My Turn: Tahoe needs continued commitment
August 11, 2008
Earlier this year, we got some encouraging news about Lake Tahoe. Scientists, who for a generation have documented a loss of over 30 feet of water clarity at the lake, were able to say with certainty that the rate of decline has slowed.
Since 2001, they said, the long-term downward trend of continuous decline has flattened. Being the expert scientists they are, the group stopped short of speculating on a cause for this positive trend. Having conducted a more sophisticated analysis than has been available in the past, however, they stated definitively that for a period of seven years, something was changing.
This change in the lake coincided with the period of time that TRPA and its many public and private partners started delivering important water quality projects aimed at benefiting the lake as part of the Environmental Improvement Program. Between 1997 and 2007, $1.1 billion has been spent under the EIP to improve water quality, forest health, air quality, habitat for wildlife, recreation and other critical resources. About half of that money was spent on projects designed to improve watersheds and water quality overall. This included restoration of 739 acres of wetlands and installation of stormwater treatment infrastructure along 26 miles of state highway. This combined with erosion control treatments at private residences and in our redevelopment areas, helped reduce by great volumes the contaminants we know are the reason lake clarity has been slipping.
While the studies continue and our knowledge expands, I feel confident suggesting that the water quality improvements made in the Lake Tahoe Basin are at the very least part of the reason clarity loss has slowed. The new clarity results are encouraging news for ultimately restoring the Lake to the 100 feet of clarity seen here in the 1960s. Because of new science, we know how to accomplish that ultimate goal, and are hopeful that we can actually reverse the decline and improve the average clarity reading to 80 feet in the lake in 20 years ” an ambitious interim goal that is going to require a lot more work ” and a continued commitment to and investment in the EIP and Lake Tahoe.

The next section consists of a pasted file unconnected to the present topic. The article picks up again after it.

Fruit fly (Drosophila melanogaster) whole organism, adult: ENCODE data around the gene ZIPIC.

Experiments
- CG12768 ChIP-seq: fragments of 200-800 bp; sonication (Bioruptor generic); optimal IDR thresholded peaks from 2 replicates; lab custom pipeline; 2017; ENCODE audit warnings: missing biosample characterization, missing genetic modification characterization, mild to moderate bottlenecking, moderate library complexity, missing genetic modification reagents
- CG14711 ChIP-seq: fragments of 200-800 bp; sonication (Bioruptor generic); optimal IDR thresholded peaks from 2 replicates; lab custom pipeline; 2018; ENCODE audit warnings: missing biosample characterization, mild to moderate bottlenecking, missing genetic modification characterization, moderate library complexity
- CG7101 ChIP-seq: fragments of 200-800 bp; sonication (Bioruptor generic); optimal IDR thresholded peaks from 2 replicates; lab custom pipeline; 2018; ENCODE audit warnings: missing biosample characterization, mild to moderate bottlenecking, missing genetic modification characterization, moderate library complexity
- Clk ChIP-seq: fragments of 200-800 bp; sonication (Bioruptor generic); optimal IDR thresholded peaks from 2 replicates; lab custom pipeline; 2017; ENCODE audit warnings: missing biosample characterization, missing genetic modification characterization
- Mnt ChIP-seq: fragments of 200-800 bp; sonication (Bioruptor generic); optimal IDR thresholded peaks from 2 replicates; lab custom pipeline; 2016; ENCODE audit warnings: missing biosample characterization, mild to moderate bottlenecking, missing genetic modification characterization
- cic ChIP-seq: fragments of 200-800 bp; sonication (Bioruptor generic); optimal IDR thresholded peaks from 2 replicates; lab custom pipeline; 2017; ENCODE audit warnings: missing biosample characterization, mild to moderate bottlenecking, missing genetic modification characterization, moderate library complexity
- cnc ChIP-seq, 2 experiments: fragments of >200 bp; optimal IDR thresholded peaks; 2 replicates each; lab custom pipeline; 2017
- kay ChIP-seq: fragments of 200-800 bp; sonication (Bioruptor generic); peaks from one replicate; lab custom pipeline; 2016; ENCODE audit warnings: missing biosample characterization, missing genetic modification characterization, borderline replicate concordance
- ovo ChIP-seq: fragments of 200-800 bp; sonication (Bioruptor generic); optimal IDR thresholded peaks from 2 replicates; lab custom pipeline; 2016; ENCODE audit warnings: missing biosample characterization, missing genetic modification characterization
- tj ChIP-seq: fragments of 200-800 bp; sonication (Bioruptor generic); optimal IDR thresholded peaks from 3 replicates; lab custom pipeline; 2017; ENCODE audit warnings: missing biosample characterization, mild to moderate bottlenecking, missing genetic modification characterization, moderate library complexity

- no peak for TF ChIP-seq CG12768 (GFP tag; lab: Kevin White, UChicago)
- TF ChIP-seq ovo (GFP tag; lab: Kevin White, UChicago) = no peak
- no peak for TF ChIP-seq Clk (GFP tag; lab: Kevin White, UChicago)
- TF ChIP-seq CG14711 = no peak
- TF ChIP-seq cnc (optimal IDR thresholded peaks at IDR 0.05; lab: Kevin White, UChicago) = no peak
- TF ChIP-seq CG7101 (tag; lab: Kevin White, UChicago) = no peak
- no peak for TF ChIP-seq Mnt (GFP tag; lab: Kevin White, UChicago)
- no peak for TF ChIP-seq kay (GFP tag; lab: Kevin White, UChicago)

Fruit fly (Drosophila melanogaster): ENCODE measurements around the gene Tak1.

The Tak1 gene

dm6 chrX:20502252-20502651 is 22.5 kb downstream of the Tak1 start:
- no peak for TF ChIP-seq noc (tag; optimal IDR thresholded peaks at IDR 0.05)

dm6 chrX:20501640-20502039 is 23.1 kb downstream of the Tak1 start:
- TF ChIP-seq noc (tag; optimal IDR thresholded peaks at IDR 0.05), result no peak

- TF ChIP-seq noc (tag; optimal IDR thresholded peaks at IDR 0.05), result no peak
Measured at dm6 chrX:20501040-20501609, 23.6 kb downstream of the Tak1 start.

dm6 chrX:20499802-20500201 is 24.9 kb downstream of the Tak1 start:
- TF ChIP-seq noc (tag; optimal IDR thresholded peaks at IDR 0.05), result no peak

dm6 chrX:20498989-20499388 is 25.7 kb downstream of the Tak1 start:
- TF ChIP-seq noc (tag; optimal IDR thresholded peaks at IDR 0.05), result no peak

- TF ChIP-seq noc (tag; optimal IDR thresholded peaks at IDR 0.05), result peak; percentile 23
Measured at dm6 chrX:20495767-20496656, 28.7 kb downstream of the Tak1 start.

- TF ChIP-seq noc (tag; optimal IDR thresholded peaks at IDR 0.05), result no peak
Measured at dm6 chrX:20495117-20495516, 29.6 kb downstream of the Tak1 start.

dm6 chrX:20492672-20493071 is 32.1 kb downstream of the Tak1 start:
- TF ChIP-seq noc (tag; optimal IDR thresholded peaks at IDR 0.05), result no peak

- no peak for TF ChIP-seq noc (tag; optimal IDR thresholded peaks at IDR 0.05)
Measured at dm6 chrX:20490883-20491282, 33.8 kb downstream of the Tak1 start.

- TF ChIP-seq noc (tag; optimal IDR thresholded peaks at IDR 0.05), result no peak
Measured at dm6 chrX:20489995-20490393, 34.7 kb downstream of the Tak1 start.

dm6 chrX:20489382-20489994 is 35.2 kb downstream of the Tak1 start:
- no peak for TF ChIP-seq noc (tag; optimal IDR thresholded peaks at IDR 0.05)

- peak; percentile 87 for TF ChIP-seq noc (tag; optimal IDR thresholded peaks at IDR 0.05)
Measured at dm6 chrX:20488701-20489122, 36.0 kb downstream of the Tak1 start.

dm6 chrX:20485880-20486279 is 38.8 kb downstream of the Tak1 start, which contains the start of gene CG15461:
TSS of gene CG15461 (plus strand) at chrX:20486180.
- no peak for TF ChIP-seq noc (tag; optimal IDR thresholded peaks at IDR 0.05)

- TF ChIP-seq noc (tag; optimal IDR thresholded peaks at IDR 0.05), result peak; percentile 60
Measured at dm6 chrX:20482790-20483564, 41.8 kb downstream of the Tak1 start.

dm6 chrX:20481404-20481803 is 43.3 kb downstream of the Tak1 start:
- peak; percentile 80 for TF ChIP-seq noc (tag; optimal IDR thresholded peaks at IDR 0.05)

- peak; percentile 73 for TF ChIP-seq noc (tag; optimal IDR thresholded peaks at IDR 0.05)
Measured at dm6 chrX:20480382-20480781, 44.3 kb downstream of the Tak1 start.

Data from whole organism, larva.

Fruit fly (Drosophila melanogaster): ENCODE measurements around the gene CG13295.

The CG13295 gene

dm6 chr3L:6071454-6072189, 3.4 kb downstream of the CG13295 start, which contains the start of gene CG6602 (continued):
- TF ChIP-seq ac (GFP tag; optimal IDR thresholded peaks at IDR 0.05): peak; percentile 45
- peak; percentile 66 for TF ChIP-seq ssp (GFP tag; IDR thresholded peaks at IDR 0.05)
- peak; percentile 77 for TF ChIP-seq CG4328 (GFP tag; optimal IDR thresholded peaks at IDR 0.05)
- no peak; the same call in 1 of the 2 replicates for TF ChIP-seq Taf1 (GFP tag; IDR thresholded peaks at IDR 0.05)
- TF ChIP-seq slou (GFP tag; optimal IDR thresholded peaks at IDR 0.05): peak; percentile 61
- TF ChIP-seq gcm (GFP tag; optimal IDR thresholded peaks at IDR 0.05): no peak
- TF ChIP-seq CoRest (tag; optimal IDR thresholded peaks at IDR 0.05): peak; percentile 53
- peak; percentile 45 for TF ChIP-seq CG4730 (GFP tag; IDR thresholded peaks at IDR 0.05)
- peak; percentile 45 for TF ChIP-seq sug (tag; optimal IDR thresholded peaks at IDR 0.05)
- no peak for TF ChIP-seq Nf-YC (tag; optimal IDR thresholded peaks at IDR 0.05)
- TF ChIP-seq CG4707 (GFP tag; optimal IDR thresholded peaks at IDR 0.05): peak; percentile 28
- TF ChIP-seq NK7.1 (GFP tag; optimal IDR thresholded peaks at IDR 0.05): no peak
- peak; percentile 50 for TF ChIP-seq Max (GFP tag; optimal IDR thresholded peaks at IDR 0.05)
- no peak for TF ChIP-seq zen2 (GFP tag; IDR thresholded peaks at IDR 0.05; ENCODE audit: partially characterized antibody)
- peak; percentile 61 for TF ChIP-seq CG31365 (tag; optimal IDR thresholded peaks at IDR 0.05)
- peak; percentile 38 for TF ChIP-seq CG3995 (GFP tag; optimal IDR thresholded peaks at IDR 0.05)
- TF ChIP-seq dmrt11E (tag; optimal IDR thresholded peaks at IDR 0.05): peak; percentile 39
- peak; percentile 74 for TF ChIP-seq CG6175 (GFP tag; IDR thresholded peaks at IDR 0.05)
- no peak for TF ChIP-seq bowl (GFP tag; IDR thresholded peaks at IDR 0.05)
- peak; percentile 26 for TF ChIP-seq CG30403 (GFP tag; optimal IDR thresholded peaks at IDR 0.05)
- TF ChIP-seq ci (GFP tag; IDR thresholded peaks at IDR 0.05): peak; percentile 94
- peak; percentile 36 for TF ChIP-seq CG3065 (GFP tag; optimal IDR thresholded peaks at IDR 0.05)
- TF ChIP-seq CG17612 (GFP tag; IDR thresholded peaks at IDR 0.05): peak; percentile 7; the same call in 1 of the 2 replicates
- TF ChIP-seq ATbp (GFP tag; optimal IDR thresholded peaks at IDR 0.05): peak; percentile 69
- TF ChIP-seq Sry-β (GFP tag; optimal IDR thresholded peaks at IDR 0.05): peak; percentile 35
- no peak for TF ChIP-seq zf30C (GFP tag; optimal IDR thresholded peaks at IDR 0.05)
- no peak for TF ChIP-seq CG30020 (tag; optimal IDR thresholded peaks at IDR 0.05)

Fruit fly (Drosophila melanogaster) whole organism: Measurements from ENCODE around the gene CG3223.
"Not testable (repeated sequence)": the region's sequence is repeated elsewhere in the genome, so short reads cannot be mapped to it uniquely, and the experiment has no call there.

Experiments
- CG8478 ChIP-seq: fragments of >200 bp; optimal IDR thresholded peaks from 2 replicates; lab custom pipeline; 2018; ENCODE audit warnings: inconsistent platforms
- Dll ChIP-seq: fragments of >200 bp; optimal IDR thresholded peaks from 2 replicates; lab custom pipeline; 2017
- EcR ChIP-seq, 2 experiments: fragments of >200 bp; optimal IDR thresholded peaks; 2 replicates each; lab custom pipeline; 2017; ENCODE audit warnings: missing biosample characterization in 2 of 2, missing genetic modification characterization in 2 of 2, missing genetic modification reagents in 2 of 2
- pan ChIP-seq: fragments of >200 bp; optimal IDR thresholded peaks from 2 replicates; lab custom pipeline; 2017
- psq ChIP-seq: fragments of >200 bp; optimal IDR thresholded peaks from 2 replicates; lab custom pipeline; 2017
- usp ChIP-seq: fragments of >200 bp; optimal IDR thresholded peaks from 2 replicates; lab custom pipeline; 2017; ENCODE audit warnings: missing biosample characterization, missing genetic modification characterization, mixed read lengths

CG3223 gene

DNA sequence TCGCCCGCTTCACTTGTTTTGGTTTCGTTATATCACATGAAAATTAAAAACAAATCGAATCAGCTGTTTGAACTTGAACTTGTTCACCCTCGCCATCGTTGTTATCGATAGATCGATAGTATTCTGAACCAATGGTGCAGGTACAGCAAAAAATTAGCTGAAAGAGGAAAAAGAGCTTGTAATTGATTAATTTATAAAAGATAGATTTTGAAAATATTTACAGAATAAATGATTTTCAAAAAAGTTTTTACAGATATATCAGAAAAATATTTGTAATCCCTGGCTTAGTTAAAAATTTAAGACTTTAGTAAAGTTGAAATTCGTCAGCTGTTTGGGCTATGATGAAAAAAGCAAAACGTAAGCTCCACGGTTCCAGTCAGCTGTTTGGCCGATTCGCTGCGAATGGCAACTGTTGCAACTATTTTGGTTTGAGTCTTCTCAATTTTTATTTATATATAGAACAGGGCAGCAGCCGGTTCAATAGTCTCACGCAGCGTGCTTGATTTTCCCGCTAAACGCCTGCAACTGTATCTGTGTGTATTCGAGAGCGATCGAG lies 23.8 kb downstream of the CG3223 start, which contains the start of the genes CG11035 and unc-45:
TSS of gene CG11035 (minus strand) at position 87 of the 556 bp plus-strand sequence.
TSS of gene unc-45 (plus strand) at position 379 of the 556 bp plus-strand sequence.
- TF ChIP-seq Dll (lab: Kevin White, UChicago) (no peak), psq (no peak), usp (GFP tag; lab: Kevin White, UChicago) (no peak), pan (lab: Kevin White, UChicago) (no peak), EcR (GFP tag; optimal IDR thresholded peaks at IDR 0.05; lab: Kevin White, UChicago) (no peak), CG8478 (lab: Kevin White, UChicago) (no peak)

The good news comes at the right time. As I write this, we are preparing to launch an updated EIP. To keep critical environmental restoration projects moving forward to help us achieve all of our environmental goals will require a continued commitment from the federal government, the states of California and Nevada, local governments, and private partners.
This weekend, U.S. Senator Dianne Feinstein and California Governor Arnold Schwarzenegger will co-sponsor the 12th Lake Tahoe Environmental Summit on the grounds of the historic Valhalla estate at the Tallac Historic Site. This venue is an appropriate setting for a discussion on our continued commitment to the Lake and the EIP in light not only of the accomplishments of the past but also in light of our new challenges, including climate change and wildfire. In the coming months, all of us who care about Lake Tahoe will have to decide if we are willing to go to the expense and hard work of taking our commitment to the next level.
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We know the answers won’t come easy but we also know that a price tag cannot be placed on Lake Tahoe. History will be the judge of whether we’ve done enough to preserve this spectacular place for those who come after us.
John Singlaub is executive director of the Tahoe Regional Planning Agency. For information about Lake Tahoe, the EIP and the collaborative effort to restore the Lake, visit http://www.conservationclearly.org.